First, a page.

Sunday At The Pond

Sunday 18th June

After our tiring experience during Saturday’s heat at Latchmore we needed an afternoon without too much exhaustive foraging, and what better than choosing a single pond.

The usual tourist convoy was heading to the fleshpots of Bournemouth for over-priced ice cream and basking, pale & fat urbanites littering the beach. Thankfully we were able to peel off the M27 just before it ground to a halt and headed inland once more to Bentley Wood.

Once at the pond I did the usual scrub search and at the far end found my first Ruddy Darter of the season amusingly choosing to face me rather than pose sensibly for a shot.

Ruddy Darter (Sympetrum sanguineum) - male
Ruddy Darter (Sympetrum sanguineum) – male

Some of the male Common Emeralds had started to attain the blue pruinescence of maturity and were more active around the margins, joining countless Azure but still not many Blue-tailed. Immature examples still outnumbered the mature.

Emerald Damselfly (Lestes sponsa) - immature male
Emerald Damselfly (Lestes sponsa) – immature male

At the opposite end I came across an immature Ruddy Darter, surprisingly satisfied to settle once he’d found a comfortable perch. Certainly the Ruddy here appear to be more accommodating and don’t disappear off at every footfall.

Ruddy Darter (Sympetrum sanguineum) - immature male
Ruddy Darter (Sympetrum sanguineum) – immature male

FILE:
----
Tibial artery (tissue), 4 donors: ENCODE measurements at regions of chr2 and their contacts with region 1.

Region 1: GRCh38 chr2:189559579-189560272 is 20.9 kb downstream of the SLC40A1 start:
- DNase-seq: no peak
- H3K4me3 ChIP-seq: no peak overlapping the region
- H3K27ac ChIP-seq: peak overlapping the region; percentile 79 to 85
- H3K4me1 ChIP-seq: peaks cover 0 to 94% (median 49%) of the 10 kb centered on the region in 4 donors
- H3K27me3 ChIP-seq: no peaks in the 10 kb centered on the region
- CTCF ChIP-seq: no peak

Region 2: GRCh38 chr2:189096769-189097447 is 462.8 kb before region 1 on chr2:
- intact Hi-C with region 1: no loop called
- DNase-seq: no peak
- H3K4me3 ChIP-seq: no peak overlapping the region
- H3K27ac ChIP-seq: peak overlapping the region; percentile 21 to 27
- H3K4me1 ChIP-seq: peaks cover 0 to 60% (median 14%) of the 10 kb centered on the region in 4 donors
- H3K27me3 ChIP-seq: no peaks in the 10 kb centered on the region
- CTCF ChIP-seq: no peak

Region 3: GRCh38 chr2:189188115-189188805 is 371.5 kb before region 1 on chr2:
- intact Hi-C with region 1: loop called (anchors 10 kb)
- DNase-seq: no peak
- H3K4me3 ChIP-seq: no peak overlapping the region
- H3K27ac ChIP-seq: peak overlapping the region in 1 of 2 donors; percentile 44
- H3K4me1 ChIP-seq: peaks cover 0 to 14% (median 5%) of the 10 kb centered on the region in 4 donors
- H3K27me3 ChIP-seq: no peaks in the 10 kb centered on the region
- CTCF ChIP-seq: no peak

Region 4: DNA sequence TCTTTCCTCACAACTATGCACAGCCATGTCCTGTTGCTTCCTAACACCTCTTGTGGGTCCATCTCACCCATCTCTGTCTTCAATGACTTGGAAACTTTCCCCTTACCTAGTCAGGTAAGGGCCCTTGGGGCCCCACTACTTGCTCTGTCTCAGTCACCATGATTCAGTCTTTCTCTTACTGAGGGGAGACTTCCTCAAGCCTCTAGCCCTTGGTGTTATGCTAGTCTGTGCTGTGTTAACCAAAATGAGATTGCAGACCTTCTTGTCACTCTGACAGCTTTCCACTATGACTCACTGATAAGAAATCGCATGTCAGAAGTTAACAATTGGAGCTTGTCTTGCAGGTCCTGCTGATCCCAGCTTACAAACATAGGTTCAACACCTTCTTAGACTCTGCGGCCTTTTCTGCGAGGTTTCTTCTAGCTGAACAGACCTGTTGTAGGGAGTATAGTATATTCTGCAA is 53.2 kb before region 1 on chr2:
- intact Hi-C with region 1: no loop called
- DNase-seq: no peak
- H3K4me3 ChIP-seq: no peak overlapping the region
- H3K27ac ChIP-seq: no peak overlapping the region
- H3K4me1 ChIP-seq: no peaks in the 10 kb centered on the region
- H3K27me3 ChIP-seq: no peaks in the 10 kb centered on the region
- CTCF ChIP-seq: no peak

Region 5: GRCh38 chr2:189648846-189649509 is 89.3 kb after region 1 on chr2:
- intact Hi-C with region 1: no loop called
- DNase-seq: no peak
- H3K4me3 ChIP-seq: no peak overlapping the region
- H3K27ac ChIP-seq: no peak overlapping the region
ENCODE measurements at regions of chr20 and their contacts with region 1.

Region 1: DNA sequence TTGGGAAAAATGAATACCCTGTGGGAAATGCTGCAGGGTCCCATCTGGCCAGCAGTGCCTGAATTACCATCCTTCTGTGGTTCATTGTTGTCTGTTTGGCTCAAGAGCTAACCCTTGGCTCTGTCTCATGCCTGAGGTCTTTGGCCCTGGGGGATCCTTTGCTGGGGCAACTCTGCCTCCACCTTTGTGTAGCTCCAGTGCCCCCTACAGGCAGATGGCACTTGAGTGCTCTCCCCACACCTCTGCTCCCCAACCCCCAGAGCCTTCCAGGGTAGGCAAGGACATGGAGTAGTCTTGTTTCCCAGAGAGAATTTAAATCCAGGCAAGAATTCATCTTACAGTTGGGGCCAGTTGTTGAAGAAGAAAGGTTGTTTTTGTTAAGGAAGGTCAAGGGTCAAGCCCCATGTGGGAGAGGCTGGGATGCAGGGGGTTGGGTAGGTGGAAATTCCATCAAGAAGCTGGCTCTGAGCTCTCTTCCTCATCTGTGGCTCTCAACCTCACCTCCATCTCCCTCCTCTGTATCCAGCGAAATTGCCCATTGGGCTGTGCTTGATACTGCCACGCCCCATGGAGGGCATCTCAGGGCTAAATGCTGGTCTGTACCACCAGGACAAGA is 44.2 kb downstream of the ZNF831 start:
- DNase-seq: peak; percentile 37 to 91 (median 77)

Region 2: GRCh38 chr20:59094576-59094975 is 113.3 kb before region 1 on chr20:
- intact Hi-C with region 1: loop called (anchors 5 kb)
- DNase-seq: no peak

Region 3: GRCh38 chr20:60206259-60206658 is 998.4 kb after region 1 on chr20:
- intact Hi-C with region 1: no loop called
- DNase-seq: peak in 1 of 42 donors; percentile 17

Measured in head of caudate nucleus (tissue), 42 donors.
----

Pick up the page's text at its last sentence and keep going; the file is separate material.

Thankfully a Downy was still present over the pond and was holding his own and winning against the Four-spotted bully boys. Even the male Emperor retreated at this pocket-rocket’s attitude.

Emperor Dragonfly (Anax imperator) - male in-flight
Emperor Dragonfly (Anax imperator) – male in-flight

I had another scour around the meadows before returning to my spot; a small bay with a limited viewpoint so I couldn’t see my potential subject coming in. It was also difficult to focus on one individual when shore activity caught my gaze. I couldn’t resist this Azure.

Azure Damselfly (Coenagrion puella) - male
Azure Damselfly (Coenagrion puella) – male

One way or another I was going to bag that Downy and he finally settled down to run his own territory without shooting off for a scrap. Still a challenge to follow, I waited at my little bay until he appeared to the left, giving me just enough time to grab a shot.

Downy Emerald (Cordulia aenea) - male in-flight
Downy Emerald (Cordulia aenea) – male in-flight

Satisfied at last I rose from my little gnome perch and decided to call it a day. The walk back to the car produced our first Marbled White butterfly of the season while the forest rides were alive with Ringlet, Meadow Brown and Silver-washed Fritillary. We even had a passing of a White Admiral but no Purple Emperor on this visit. Still, there’s always next time!